Thursday, 14 November 2019

Modi-Mamata Bonhomie

Updated: May 29, 2015 11:11 pm

After the programme Mamata Banerjee handed over a letter to Modi. In her seven-page letter to the Prime Minister, Mamata raised the demand for increasing the Centre’s share of funds for ongoing projects and schemes. Mamata Banerjee also sought Modi’s personal intervention in getting a waiver for the state’s Rs 2.74 lakh crore debt

Only a few months back, the political equation was seen as quite an impossible equation,which now seems to have melted into a cordial relation. That is why it is rightly said that everything is unpredictable in Indian politics. Once, the bitter rivals Trinamool Congress supremo and Chief Minister of West Bengal Mamata Banerjee and Prime Minister Narendra Modi are friends now.

Only last year, ahead of general elections in the country Mamata Banerjee tried all possible ways in  national politics to stop Narendra Modi from becoming the Prime Minister of the country, whom she has always referred to as a communal leader. She used all scathing words to de mean Narendra Modi, when Modi came to Bengal for political campaign and also since Modi referred to the Saradha scandal during the campaign trail and heralded, what turned out to be one of the most harrowing phases in Mamata’s political career.

Even after BJP came to power in the Centre and Narendra Modi became the Prime Minister of the country, she accused him of pursuing vendetta politics against her, when most of the leaders, sitting Members of Parliament, Ministers in the state were named by CBI in the Saradha Cheat Fund Scam. Mamata also skipped several meetings in Delhi called by Prime Minister.

But in the middle of the Saradha heat on Trinamool Congress following a CBI probe, the ice was melted on March 9 when the Chief Minister called on Narendra Modi in Delhi. Although no one knows what transpired between the two in the meeting, but according to Mamata Banerjee the meeting in Delhi was to seek a debt waiver for the state.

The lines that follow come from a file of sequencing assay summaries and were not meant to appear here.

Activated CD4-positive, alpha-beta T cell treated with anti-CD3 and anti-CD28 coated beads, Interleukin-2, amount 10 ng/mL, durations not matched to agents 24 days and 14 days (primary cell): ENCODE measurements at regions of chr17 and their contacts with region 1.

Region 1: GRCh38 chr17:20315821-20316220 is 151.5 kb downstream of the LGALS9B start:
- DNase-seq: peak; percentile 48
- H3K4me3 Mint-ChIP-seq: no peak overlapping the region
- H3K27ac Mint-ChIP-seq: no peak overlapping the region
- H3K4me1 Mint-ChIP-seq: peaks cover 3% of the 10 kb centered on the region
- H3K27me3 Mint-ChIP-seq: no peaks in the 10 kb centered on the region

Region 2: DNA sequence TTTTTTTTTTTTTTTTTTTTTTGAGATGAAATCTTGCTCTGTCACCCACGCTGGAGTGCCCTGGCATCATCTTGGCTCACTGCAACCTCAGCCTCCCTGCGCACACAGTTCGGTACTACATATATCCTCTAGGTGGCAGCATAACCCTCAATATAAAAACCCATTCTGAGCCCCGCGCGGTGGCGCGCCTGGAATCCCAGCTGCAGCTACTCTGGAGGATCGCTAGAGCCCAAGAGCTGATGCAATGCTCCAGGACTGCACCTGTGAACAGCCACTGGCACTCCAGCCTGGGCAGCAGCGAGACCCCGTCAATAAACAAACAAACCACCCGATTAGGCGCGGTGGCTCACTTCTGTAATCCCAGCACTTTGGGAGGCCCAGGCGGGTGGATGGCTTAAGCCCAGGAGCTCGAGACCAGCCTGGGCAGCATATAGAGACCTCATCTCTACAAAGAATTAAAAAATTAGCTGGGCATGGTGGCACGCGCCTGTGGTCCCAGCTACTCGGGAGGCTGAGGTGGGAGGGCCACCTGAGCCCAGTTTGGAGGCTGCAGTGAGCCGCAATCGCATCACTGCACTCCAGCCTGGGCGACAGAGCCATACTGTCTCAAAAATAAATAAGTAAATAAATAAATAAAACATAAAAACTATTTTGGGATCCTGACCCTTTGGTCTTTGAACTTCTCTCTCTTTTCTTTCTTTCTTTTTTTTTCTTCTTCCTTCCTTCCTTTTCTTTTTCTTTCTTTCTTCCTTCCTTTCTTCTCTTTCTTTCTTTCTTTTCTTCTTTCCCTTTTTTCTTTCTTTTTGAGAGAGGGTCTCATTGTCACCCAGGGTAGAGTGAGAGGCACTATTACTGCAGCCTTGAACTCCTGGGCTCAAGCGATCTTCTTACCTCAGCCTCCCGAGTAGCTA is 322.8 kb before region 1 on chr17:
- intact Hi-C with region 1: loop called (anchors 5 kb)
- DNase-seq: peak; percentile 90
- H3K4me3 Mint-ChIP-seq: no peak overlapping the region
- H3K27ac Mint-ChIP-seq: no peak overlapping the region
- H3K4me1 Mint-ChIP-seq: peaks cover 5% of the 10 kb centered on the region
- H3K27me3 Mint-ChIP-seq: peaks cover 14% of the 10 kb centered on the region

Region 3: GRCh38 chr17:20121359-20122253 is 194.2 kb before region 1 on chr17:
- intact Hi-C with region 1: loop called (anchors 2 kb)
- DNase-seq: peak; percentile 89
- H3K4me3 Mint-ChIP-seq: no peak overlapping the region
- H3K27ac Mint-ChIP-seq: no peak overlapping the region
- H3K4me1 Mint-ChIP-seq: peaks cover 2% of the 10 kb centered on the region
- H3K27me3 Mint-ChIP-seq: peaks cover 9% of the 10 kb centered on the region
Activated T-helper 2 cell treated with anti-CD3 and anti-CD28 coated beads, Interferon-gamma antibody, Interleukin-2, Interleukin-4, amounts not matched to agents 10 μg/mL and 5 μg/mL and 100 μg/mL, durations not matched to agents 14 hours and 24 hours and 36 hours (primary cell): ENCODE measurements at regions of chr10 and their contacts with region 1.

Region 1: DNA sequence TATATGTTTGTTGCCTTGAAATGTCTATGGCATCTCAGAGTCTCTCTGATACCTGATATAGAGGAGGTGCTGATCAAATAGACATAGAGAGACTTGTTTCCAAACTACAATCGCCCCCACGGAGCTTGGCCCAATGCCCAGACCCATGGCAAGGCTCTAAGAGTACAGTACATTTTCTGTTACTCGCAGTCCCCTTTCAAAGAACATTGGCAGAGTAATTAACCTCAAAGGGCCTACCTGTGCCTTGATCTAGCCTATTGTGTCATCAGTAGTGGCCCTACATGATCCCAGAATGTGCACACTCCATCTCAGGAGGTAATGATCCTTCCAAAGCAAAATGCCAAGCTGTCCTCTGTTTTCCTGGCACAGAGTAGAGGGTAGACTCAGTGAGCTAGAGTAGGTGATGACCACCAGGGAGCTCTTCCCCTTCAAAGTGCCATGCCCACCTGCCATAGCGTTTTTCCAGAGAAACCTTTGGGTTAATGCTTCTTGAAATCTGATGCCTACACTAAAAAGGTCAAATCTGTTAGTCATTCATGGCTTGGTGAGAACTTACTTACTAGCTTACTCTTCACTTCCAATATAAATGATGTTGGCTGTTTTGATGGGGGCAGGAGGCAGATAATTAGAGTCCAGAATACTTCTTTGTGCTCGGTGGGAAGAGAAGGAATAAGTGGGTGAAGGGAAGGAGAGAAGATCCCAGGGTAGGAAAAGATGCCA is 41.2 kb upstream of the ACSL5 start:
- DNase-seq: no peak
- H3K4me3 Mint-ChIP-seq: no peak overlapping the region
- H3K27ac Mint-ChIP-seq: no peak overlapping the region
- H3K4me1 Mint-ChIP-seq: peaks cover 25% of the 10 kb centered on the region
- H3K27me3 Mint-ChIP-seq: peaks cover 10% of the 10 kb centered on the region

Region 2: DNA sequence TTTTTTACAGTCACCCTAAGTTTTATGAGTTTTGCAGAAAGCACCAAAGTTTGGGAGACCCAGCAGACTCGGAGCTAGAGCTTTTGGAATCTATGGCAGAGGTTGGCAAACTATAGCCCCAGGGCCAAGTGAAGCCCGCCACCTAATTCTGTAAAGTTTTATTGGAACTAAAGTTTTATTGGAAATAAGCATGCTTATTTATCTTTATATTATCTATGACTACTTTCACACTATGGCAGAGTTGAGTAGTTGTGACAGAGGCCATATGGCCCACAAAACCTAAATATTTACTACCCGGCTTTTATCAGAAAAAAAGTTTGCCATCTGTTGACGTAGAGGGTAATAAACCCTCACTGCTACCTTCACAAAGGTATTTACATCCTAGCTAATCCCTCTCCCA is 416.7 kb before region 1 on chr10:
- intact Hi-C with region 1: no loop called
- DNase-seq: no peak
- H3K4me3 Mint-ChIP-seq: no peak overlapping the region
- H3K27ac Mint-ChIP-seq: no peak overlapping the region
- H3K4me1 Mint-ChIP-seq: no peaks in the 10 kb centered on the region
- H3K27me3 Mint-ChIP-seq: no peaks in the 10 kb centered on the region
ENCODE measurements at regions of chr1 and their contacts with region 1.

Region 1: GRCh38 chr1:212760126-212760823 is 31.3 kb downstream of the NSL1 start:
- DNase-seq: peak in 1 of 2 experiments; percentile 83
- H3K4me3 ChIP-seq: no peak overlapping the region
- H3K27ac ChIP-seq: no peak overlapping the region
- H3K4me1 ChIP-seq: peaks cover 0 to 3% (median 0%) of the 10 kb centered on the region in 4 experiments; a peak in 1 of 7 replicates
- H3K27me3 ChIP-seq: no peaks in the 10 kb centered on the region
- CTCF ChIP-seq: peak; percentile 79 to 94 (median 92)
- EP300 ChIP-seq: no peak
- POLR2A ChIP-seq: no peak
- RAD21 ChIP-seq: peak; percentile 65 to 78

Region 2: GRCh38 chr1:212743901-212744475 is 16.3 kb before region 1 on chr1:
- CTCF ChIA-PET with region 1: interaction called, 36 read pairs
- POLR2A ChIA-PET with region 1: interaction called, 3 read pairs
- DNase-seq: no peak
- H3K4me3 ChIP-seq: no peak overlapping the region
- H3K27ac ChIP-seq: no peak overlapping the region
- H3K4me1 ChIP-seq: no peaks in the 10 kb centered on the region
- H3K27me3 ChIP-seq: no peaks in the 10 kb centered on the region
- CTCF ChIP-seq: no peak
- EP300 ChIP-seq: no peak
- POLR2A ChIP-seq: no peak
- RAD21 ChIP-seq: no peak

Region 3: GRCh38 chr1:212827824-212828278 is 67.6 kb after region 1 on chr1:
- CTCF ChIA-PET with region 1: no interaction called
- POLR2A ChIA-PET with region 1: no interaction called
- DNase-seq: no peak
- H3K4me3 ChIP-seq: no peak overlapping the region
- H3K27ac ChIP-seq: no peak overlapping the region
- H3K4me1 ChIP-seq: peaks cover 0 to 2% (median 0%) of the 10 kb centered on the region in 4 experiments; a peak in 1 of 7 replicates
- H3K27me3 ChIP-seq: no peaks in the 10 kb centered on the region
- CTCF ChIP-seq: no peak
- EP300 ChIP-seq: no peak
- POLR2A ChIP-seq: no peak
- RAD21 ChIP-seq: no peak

After the meeting, over the past few months, the Trinamool Congress has supported the government in the Parliament on key bills, including the GST bill and the Land Boundary Agreement with Bangladesh.

The extreme of Mamata’s bonhomie with Modi was, this time when Narendra Modi came to Bengal, Mamata Banerjee accompanied him and also shared dais and advocated “shoulder-to-shoulder” cooperation when she declared “Centre aur state ek saath mein kaandh se kaandh milake development ka work kare, to isme desh ka aachchha hota hai, raajya ka aachchha hota hai, janta ke liye aachchha hota hai (If the Centre and state work shoulder to shoulder for development, it is good for the country, the state and the people)”. This was the first time the Chief Minister and the Prime Minister shared a public stage – both Modi and Mamata appeared to be on the same stage as they pledged to work for the downtrodden at the launch of the Pradhan Mantri Suraksha Bima Yojana, Atal Pension Yojana and Pradhan Mantri Jeevan Jyoti Bima Yojana.

Narendra Modi also didn’t waste time to take the credit diplomatically and could not resist when he pointed out: “Abhi aadarniya mukhyamantri ji ullekh kar rahi thi ki gaon mein bank nahin hain. Unhonein yeh baat mere saamne rakhhi kyunki unko bharosa hai, agar karega to yehi karega (Just now, the respected chief minister was saying that villages don’t have banks. She raised this matter before me because she has the faith that if anyone does it, it will be me).”

After the programme Mamata Banerjee handed over a letter to Modi. In her seven-page letter to the Prime Minister, Mamata also raised the demand for increasing the Centre’s share of funds for ongoing projects and schemes, including the Special Backward Region Grants Fund, the Sarva Shiksha Abhiyan and the midday meal programme. Mamata Banerjee also sought Modi’s personal intervention in getting a waiver for the state’s Rs 2.74 lakh crore debt.

The cash-strapped Bengal government is heavily dependent on central funds, and in the recent past Mamata had attacked the Modi government for reducing the allocations. Although Trinamool sources said financial concerns were not the only reason behind Mamata’s decision to warm up to Modi.